IRS Announces New COLA Directive, Increases in 401 (k) Income Limit and IRA

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The Internal Revenue Service recently announced that the amount individuals can contribute to their 401 (k) in 2022 has officially increased to $ 20,500. It’s a $ 1,000 increase for 2021 and 2020.

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The IRS has also issued guidance regarding all cost of living (COLA) adjustments affecting dollar limits for pension plans and other retirement-related items for 2022. These limits are to be increased annually for take the COLA into account. Other limitations applicable to deferred compensation plans are also affected by these adjustments.

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In addition to soaring inflation and COLA increases, the income brackets for determining eligibility to make deductible IRA and Roth IRA contributions and claim the savings credit have all increased for 2022.

As a taxpayer, you can deduct contributions to a Traditional IRA under certain conditions. For example, if you or your spouse were covered by a workplace pension plan during the year, the deduction may be reduced or waived until eliminated (depending on filing status and income) .

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Here are the IRS phase-out ranges for 2022:

  • For single taxpayers covered by a workplace pension plan, the elimination range is increased from $ 68,000 to $ 78,000 (from $ 66,000 to $ 76,000)

  • For married couples filing jointly, if the IRA contributing spouse is covered by a workplace retirement plan, the elimination range is increased from $ 109,000 to $ 129,000 (instead of $ 105,000 at $ 125,000)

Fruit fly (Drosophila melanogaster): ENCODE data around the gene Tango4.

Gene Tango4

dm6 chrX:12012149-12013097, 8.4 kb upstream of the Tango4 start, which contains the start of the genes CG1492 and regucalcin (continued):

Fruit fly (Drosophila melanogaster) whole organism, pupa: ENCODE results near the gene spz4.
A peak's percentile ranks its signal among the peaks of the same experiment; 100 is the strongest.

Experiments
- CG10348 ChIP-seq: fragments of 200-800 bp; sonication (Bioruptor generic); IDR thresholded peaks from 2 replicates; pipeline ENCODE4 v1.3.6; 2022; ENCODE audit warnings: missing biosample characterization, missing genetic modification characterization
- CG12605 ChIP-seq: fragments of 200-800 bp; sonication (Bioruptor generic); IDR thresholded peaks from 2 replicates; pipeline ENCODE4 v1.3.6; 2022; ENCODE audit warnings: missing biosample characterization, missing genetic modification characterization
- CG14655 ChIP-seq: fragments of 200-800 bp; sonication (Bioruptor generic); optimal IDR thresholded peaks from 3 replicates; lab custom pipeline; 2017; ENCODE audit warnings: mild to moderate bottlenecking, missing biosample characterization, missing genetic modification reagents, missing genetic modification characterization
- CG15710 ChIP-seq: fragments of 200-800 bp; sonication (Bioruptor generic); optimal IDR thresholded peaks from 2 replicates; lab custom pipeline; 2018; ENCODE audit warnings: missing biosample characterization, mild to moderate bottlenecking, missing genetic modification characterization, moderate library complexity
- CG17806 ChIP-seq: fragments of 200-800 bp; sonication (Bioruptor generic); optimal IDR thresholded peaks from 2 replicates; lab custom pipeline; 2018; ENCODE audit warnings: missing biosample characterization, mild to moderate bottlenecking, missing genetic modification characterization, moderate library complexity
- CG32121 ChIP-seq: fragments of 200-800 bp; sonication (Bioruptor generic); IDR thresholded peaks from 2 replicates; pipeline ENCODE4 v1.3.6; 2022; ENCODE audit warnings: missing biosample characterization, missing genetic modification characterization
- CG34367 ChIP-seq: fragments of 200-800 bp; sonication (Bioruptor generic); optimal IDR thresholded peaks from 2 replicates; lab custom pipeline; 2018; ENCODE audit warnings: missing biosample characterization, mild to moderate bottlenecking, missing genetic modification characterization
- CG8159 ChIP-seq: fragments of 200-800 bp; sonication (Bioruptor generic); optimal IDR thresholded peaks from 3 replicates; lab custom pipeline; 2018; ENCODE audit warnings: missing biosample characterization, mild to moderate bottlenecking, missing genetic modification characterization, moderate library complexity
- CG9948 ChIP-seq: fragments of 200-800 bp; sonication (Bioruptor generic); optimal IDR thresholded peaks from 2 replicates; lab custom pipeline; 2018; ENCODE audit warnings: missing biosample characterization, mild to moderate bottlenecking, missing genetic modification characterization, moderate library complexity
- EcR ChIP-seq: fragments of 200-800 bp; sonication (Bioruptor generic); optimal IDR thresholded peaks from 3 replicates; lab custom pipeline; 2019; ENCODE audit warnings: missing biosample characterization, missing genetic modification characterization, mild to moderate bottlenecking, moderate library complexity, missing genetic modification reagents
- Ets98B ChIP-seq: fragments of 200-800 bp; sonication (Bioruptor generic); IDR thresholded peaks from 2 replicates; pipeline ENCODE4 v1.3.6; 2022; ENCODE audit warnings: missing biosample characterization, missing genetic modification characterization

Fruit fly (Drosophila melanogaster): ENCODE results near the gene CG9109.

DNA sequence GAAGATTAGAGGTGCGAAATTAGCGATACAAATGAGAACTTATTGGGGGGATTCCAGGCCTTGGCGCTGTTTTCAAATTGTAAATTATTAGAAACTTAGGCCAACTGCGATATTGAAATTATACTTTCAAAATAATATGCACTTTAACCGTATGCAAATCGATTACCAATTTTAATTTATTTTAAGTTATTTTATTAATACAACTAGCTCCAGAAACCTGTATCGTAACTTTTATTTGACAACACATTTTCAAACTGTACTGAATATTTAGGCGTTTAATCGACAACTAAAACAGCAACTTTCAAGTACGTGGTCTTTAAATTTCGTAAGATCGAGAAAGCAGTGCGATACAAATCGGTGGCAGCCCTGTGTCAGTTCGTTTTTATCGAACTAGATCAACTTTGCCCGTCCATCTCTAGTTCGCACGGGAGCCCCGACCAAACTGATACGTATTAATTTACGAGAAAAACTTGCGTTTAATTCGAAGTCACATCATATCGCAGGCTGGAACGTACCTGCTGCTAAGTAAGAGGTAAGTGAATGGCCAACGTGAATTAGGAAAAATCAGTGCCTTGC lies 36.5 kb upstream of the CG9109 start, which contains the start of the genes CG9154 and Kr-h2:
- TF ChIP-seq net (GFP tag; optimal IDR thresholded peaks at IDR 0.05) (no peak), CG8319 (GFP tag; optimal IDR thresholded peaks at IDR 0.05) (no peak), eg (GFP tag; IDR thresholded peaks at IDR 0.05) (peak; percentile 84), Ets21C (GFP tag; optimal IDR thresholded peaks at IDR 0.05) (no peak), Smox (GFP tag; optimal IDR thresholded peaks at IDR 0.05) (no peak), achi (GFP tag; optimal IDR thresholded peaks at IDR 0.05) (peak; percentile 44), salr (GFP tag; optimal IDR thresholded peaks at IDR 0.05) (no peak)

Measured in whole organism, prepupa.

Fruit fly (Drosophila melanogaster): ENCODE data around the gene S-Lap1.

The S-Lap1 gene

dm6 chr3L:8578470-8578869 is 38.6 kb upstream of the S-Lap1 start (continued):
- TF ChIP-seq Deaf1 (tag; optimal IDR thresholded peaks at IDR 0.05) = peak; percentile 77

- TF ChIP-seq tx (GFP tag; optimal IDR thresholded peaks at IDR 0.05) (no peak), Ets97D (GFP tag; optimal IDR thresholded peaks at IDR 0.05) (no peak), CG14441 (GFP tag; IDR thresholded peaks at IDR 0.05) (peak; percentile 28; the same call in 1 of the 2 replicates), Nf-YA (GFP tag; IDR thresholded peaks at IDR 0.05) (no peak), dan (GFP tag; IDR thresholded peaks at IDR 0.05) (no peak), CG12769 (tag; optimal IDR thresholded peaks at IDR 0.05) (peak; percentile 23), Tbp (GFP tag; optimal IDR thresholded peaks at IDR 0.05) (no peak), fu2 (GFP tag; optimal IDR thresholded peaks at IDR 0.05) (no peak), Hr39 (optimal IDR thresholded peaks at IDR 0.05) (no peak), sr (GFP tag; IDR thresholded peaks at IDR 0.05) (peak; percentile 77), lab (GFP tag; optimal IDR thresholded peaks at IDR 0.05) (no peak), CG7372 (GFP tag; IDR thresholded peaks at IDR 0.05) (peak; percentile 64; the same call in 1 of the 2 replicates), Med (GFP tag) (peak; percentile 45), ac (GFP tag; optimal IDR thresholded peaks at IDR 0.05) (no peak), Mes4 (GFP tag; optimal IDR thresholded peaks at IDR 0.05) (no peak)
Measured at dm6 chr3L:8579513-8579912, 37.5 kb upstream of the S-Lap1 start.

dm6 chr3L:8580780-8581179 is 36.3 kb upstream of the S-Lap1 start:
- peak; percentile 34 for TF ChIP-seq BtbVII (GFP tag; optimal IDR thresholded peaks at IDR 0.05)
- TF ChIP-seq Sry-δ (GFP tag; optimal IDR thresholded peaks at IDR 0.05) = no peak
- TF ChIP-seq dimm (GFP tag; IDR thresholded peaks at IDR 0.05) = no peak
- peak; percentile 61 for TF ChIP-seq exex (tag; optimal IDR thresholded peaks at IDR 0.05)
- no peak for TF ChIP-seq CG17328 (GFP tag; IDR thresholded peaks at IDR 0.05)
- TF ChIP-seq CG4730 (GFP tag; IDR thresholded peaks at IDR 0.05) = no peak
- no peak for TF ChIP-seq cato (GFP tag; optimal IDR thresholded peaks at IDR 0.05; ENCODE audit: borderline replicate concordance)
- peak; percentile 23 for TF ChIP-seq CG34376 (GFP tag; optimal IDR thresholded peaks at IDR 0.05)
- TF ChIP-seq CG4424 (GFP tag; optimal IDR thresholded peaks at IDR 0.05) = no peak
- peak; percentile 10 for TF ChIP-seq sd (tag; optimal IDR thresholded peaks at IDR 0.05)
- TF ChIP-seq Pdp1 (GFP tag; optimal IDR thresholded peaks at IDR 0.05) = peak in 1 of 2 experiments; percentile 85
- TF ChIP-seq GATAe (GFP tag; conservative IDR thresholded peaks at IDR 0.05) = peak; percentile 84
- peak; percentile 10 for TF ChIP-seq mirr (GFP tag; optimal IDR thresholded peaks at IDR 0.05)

• For an IRA contributor who is not covered by a workplace retirement plan and who is married to a covered person, the elimination range is increased from $ 204,000 to $ 214,000 (from 198,000 $ to $ 208,000)

  • For a married person who files a separate return and is covered by a workplace pension plan, the phase-out range is not subject to an annual cost-of-living adjustment and remains at $ 0 to $ 10. $ 000.

Phasing out of income forks for contributors at Roth IRA has also increased. The new ranges are $ 129,000 to $ 144,000 for single filers and heads of households and $ 204,000 to $ 214,000 for married couples filing jointly. Those who are married and file a separate return from their spouse are not subject to a COLA and remain $ 0 to $ 10,000.

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This article originally appeared on GOBankingRates.com: Retirement 2022: IRS announces new COLA guideline, 401 (k) income limit increases and IRA


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